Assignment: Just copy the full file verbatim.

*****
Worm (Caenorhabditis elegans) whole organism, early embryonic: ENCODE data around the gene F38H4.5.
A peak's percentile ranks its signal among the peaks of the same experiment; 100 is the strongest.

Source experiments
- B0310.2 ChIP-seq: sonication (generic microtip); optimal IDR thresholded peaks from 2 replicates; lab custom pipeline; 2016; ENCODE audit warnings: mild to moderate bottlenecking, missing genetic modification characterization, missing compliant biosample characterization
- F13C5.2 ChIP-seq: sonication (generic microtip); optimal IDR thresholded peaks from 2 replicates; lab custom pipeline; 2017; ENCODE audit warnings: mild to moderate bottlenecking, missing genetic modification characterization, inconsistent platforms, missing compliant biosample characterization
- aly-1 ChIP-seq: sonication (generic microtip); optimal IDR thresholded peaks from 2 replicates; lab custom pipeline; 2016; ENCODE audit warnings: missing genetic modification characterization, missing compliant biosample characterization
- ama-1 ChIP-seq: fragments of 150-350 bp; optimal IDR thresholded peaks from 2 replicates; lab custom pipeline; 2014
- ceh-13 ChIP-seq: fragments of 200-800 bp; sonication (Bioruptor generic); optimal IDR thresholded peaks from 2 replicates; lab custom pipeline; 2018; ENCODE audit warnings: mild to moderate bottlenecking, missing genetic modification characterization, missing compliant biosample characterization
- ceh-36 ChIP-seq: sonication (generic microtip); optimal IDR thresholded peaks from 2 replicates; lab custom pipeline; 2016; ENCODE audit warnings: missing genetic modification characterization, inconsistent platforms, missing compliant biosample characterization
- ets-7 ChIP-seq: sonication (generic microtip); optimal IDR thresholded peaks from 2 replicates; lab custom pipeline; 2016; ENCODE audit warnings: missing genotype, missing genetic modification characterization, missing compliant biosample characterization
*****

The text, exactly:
Worm (Caenorhabditis elegans) whole organism, early embryonic: ENCODE data around the gene F38H4.5.
A peak's percentile ranks its signal among the peaks of the same experiment; 100 is the strongest.

Source experiments
- B0310.2 ChIP-seq: sonication (generic microtip); optimal IDR thresholded peaks from 2 replicates; lab custom pipeline; 2016; ENCODE audit warnings: mild to moderate bottlenecking, missing genetic modification characterization, missing compliant biosample characterization
- F13C5.2 ChIP-seq: sonication (generic microtip); optimal IDR thresholded peaks from 2 replicates; lab custom pipeline; 2017; ENCODE audit warnings: mild to moderate bottlenecking, missing genetic modification characterization, inconsistent platforms, missing compliant biosample characterization
- aly-1 ChIP-seq: sonication (generic microtip); optimal IDR thresholded peaks from 2 replicates; lab custom pipeline; 2016; ENCODE audit warnings: missing genetic modification characterization, missing compliant biosample characterization
- ama-1 ChIP-seq: fragments of 150-350 bp; optimal IDR thresholded peaks from 2 replicates; lab custom pipeline; 2014
- ceh-13 ChIP-seq: fragments of 200-800 bp; sonication (Bioruptor generic); optimal IDR thresholded peaks from 2 replicates; lab custom pipeline; 2018; ENCODE audit warnings: mild to moderate bottlenecking, missing genetic modification characterization, missing compliant biosample characterization
- ceh-36 ChIP-seq: sonication (generic microtip); optimal IDR thresholded peaks from 2 replicates; lab custom pipeline; 2016; ENCODE audit warnings: missing genetic modification characterization, inconsistent platforms, missing compliant biosample characterization
- ets-7 ChIP-seq: sonication (generic microtip); optimal IDR thresholded peaks from 2 replicates; lab custom pipeline; 2016; ENCODE audit warnings: missing genotype, missing genetic modification characterization, missing compliant biosample characterization